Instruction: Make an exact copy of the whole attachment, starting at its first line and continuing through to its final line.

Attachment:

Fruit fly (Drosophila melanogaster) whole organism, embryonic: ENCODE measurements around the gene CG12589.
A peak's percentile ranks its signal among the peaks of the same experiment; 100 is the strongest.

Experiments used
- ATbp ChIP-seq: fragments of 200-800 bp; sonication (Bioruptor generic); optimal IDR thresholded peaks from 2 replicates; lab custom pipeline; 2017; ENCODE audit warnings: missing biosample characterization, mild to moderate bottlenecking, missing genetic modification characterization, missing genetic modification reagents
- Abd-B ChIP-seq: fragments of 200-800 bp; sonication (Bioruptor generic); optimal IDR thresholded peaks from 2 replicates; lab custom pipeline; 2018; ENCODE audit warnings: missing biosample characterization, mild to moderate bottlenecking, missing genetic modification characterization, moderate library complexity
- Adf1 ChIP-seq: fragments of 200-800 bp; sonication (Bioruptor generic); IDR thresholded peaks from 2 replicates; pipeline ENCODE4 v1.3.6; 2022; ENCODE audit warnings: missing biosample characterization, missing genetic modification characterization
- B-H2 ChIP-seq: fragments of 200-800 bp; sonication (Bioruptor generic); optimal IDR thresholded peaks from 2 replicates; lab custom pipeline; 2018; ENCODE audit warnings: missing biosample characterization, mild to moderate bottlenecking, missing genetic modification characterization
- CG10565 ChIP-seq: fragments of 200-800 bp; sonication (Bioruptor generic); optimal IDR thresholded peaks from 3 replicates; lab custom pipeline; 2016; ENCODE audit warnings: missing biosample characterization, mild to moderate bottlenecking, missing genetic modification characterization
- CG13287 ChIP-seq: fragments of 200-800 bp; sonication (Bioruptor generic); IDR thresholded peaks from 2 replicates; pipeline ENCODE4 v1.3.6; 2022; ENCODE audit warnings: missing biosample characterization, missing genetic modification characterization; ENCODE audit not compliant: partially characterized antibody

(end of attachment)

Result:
Fruit fly (Drosophila melanogaster) whole organism, embryonic: ENCODE measurements around the gene CG12589.
A peak's percentile ranks its signal among the peaks of the same experiment; 100 is the strongest.

Experiments used
- ATbp ChIP-seq: fragments of 200-800 bp; sonication (Bioruptor generic); optimal IDR thresholded peaks from 2 replicates; lab custom pipeline; 2017; ENCODE audit warnings: missing biosample characterization, mild to moderate bottlenecking, missing genetic modification characterization, missing genetic modification reagents
- Abd-B ChIP-seq: fragments of 200-800 bp; sonication (Bioruptor generic); optimal IDR thresholded peaks from 2 replicates; lab custom pipeline; 2018; ENCODE audit warnings: missing biosample characterization, mild to moderate bottlenecking, missing genetic modification characterization, moderate library complexity
- Adf1 ChIP-seq: fragments of 200-800 bp; sonication (Bioruptor generic); IDR thresholded peaks from 2 replicates; pipeline ENCODE4 v1.3.6; 2022; ENCODE audit warnings: missing biosample characterization, missing genetic modification characterization
- B-H2 ChIP-seq: fragments of 200-800 bp; sonication (Bioruptor generic); optimal IDR thresholded peaks from 2 replicates; lab custom pipeline; 2018; ENCODE audit warnings: missing biosample characterization, mild to moderate bottlenecking, missing genetic modification characterization
- CG10565 ChIP-seq: fragments of 200-800 bp; sonication (Bioruptor generic); optimal IDR thresholded peaks from 3 replicates; lab custom pipeline; 2016; ENCODE audit warnings: missing biosample characterization, mild to moderate bottlenecking, missing genetic modification characterization
- CG13287 ChIP-seq: fragments of 200-800 bp; sonication (Bioruptor generic); IDR thresholded peaks from 2 replicates; pipeline ENCODE4 v1.3.6; 2022; ENCODE audit warnings: missing biosample characterization, missing genetic modification characterization; ENCODE audit not compliant: partially characterized antibody